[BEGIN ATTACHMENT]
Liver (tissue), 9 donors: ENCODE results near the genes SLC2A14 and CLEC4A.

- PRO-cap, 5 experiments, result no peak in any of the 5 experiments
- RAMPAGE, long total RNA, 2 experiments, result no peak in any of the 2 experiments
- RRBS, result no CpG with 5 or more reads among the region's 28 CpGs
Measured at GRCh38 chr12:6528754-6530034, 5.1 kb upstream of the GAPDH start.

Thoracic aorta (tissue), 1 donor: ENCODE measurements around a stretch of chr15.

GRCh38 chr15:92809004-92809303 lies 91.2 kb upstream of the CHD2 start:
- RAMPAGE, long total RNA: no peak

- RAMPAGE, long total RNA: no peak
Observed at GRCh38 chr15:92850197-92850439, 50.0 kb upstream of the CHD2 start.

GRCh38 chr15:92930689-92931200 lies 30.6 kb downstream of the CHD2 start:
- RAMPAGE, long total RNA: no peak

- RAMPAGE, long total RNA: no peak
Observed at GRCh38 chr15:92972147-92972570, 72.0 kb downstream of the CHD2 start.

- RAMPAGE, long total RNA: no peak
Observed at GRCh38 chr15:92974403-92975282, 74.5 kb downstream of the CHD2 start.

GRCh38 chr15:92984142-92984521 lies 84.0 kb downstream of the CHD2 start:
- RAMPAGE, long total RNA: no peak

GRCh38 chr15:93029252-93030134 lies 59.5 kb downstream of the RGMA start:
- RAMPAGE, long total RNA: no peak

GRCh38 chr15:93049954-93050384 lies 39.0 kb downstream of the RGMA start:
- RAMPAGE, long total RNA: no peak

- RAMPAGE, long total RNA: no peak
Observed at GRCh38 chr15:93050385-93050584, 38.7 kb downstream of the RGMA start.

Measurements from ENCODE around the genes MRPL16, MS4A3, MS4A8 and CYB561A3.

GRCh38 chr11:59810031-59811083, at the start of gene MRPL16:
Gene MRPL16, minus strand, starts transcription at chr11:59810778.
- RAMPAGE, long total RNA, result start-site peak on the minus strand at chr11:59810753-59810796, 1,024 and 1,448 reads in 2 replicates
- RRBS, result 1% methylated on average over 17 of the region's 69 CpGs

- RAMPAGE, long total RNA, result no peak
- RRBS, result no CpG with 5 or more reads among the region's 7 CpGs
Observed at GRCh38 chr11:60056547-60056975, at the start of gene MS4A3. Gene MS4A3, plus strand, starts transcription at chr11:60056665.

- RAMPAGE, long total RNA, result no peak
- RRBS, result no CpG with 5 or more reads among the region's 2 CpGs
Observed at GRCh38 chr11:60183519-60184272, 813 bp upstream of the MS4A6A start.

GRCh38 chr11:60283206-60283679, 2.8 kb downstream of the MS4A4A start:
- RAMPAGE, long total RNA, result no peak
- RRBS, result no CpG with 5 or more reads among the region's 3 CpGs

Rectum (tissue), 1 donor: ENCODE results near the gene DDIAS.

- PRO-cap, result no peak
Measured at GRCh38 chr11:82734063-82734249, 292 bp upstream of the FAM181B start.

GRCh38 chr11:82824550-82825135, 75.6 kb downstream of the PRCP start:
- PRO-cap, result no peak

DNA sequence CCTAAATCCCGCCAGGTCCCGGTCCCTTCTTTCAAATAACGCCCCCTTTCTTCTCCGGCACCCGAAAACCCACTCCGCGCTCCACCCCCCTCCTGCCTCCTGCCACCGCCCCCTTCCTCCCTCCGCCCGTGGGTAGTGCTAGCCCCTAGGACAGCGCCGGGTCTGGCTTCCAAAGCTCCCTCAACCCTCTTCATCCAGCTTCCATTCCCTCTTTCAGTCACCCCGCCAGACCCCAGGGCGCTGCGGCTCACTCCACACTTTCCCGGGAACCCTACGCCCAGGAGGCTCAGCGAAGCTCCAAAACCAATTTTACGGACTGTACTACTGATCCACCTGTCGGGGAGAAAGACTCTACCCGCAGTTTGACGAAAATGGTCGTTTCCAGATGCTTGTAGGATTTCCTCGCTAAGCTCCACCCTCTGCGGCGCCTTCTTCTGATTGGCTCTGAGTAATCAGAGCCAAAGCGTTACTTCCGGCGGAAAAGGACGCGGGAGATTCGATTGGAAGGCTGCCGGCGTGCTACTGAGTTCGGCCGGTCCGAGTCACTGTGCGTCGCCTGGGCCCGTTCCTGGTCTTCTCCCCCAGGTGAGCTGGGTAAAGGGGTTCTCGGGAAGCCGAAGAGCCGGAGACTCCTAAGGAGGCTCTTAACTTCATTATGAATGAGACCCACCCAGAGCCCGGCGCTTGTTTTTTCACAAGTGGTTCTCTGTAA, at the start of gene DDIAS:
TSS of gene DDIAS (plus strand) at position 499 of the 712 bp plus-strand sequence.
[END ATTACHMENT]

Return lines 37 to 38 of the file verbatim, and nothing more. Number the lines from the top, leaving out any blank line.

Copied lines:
- RAMPAGE, long total RNA, result no peak
- RRBS, result no CpG with 5 or more reads among the region's 3 CpGs